The supposedly Victorian sentimentality of a Charlie Chaplin movie—maybe “sentimental” for pointing feeling where it doesn’t necessarily belong—usually turns out to be based on the Promethean idea that somehow not quite everything in the world is worth destroying, even though the comic heroes usually upended most of it by the end of the film. Even then, if a girl’s worth saving—Chaplin usually provides the concise image of the innocent waif like him entrenched in and alienated from capital, labor, ideology, and brimstone seriousness—it’s because she’s not really part of the world, and pathos, estranged from efficacy and institutions, doesn’t really have a motivating reason. The underwriting irony of Chaplin’s films is that if the rest of the world doesn’t deserve any feeling, it’s because it has no sense of it; if Chaplin merits affection, it’s because he doesn’t get any. Chaplin’s wish-fulfillment, the little nobody who asked for nothing and got it anyway, is revealed as a comic mistake.
This image, uploaded to the Post Boy Flickr photostream on Tuesday—and so not necessarily the work of the actual boy who cuts up posters, just the larger amorphous entity made up of multiple billboard remixers, "Poster Boy"—marks a dramatic departure from the clever reorganizing of ad slogans into straight up public accusations. Whoever reorganized the text even took time to cite precedent, making New York's street artists even more responsible than its police officers. (ANIMAL)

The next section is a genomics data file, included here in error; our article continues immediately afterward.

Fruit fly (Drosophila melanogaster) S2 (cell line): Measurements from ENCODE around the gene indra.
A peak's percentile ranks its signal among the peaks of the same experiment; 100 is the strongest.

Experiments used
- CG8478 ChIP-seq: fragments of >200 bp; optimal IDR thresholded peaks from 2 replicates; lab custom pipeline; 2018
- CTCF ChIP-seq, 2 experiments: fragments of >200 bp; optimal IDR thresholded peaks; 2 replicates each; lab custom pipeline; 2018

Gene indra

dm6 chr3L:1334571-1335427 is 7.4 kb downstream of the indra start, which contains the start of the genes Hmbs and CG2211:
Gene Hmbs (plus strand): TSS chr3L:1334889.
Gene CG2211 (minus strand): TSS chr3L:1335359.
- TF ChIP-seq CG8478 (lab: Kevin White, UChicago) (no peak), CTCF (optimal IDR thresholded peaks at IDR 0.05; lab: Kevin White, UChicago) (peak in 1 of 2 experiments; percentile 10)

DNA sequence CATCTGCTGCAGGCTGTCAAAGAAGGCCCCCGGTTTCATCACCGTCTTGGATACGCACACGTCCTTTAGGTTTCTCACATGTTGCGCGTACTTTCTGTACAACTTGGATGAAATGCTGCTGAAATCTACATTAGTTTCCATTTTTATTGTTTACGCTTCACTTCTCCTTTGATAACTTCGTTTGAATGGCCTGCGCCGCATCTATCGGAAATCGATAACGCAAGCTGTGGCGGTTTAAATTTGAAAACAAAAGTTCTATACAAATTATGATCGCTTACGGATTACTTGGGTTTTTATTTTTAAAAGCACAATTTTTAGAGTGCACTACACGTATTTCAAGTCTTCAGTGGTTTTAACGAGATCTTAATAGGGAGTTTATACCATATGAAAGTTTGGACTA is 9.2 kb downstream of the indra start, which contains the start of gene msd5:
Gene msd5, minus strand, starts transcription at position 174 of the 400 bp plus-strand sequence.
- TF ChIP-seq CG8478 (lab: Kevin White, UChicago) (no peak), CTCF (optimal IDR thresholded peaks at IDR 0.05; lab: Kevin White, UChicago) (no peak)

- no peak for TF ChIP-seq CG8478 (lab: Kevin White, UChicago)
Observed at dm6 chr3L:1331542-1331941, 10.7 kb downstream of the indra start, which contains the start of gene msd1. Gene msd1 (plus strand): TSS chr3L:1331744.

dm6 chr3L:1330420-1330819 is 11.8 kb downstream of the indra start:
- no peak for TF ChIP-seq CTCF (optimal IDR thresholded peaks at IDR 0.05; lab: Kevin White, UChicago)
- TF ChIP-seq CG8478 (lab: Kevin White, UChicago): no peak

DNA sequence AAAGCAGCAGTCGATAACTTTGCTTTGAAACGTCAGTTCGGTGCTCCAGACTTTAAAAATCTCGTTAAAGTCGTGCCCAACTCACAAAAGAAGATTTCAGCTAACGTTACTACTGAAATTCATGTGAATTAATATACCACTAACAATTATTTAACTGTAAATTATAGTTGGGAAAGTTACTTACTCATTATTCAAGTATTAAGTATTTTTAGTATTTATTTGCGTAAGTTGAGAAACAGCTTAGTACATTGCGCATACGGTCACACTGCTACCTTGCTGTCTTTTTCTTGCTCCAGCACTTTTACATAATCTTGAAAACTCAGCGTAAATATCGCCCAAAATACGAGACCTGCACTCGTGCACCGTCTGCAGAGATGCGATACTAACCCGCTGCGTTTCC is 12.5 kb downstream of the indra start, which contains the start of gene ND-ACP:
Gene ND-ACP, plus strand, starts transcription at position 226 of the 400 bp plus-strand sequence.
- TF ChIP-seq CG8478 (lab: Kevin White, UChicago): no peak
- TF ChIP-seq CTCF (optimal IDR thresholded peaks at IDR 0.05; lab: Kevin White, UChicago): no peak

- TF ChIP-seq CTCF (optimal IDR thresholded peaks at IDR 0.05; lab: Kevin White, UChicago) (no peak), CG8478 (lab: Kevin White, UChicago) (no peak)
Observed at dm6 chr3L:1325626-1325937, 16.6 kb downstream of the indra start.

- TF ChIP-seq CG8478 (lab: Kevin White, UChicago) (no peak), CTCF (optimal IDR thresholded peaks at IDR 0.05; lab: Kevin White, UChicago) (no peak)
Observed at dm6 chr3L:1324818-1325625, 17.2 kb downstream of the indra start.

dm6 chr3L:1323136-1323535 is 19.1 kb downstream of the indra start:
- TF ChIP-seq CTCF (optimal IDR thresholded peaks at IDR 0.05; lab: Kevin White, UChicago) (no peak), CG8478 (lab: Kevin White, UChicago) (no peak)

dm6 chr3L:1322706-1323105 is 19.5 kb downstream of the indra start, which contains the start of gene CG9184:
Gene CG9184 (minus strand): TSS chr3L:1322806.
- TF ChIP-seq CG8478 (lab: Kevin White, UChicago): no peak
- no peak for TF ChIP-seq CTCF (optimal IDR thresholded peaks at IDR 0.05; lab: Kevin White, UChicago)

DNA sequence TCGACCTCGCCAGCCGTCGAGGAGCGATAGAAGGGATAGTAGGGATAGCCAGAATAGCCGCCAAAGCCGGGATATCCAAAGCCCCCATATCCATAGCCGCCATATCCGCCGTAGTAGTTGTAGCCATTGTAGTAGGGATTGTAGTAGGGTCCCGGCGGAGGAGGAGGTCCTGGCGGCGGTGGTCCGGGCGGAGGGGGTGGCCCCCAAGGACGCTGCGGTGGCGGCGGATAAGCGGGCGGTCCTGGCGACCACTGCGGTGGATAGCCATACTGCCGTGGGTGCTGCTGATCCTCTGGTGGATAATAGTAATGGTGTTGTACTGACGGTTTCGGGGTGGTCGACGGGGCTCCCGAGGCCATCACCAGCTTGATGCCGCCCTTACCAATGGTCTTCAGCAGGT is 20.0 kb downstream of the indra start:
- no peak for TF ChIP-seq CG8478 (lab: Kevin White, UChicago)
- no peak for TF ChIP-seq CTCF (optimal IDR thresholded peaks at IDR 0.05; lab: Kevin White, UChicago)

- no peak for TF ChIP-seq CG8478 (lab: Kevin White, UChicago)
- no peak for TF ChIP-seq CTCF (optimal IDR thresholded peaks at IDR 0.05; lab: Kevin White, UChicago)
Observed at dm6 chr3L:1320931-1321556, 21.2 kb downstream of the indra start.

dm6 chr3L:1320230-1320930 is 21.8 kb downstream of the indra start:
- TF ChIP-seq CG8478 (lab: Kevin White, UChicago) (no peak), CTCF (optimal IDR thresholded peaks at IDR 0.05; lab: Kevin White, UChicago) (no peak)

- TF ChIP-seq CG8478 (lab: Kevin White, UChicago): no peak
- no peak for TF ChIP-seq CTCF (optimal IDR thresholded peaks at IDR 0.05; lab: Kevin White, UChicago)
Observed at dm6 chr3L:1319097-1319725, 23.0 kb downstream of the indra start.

Goodie Mob and Gnarls Barkley member Cee-Lo Green is an expert musical genre-mixer, so trying to describe "What Part of Forever," his track off the Twilight: Eclipse soundtrack, as anything more descriptive than sublime pop is really difficult. This dreamy new video pushes the twangy Western element pretty hard. (NahRight)
You see, the good people at Time's Up (our favorite activist group in the whole darn city), are worried about the future of the city's 600 community gardens, most of which exist thanks to former Mayor Ed Koch's decision to allow locals to cultivate vacant lots. Technically, the gardens are all protected under the provisional 2002 Garden Settlement, which expires in September, and despite claims by both the Department of Housing Preservation and the Parks Department that the status quo shall obtain, Time's Up member Benjamin Shepard wants to make sure people know about this deadline, and that the gardens will be granted permanent status. As he told the Daily News:
We are bringing Bloomberg a gift from the gardens, flowers and cucumbers. He is supposed to make this city green. I hope he will live up to his rhetoric.
This site has some great tinder stories! tinderon.com